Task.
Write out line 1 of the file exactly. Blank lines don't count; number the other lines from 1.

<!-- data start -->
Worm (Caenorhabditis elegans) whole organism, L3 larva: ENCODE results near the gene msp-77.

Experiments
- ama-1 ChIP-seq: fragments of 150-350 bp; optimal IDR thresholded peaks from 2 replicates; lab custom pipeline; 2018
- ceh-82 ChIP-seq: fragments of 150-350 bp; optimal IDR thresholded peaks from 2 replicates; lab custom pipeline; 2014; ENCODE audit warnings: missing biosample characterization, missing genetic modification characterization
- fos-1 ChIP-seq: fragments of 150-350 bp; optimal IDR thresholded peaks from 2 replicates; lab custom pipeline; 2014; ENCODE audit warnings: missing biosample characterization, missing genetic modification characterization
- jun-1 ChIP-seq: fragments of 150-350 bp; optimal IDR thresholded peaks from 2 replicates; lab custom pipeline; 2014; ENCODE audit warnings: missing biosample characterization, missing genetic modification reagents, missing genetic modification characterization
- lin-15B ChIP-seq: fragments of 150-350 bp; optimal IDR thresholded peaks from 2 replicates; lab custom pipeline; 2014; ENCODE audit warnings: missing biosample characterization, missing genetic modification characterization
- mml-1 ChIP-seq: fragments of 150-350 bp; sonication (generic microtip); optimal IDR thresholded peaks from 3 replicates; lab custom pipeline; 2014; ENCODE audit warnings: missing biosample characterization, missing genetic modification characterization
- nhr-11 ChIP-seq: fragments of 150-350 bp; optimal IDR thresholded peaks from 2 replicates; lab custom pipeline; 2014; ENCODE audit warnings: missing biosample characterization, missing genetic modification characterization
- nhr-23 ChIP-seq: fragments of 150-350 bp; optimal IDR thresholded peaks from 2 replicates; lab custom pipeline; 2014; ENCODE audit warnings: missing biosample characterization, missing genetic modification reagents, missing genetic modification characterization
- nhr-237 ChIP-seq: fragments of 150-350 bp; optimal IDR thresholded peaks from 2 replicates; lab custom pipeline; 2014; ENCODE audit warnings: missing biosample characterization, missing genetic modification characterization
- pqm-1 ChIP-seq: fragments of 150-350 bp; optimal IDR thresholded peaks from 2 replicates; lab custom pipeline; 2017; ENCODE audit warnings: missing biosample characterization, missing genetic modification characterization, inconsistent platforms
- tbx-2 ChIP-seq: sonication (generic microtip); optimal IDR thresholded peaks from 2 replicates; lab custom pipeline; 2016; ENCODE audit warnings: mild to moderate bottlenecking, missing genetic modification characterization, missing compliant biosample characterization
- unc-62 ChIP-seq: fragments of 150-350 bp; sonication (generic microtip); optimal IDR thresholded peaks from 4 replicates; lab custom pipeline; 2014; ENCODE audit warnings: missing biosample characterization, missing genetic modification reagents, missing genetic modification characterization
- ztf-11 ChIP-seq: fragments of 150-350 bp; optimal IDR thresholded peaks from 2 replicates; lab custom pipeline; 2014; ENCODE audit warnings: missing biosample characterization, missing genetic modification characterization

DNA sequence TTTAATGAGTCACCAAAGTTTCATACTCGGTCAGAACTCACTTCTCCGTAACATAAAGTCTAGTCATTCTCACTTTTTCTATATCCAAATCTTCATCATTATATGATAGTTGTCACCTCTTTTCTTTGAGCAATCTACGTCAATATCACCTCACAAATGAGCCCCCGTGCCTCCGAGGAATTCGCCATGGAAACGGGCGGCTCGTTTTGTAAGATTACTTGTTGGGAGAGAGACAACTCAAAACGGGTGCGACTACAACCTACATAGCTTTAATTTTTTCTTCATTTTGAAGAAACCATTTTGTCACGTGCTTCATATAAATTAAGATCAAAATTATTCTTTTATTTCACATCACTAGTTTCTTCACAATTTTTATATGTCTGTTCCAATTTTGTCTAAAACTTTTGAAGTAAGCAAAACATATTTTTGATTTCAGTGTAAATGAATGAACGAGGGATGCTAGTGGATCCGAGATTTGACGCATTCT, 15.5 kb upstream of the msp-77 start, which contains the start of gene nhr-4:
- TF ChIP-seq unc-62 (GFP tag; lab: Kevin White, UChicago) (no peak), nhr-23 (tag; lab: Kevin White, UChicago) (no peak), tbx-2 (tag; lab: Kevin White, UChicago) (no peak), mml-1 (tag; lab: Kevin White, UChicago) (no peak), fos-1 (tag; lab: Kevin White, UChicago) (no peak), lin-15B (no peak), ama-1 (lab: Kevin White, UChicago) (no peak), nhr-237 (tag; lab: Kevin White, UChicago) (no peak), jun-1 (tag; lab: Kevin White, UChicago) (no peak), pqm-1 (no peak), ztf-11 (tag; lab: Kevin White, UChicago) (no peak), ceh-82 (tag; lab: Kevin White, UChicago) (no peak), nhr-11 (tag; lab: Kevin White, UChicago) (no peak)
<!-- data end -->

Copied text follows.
Worm (Caenorhabditis elegans) whole organism, L3 larva: ENCODE results near the gene msp-77.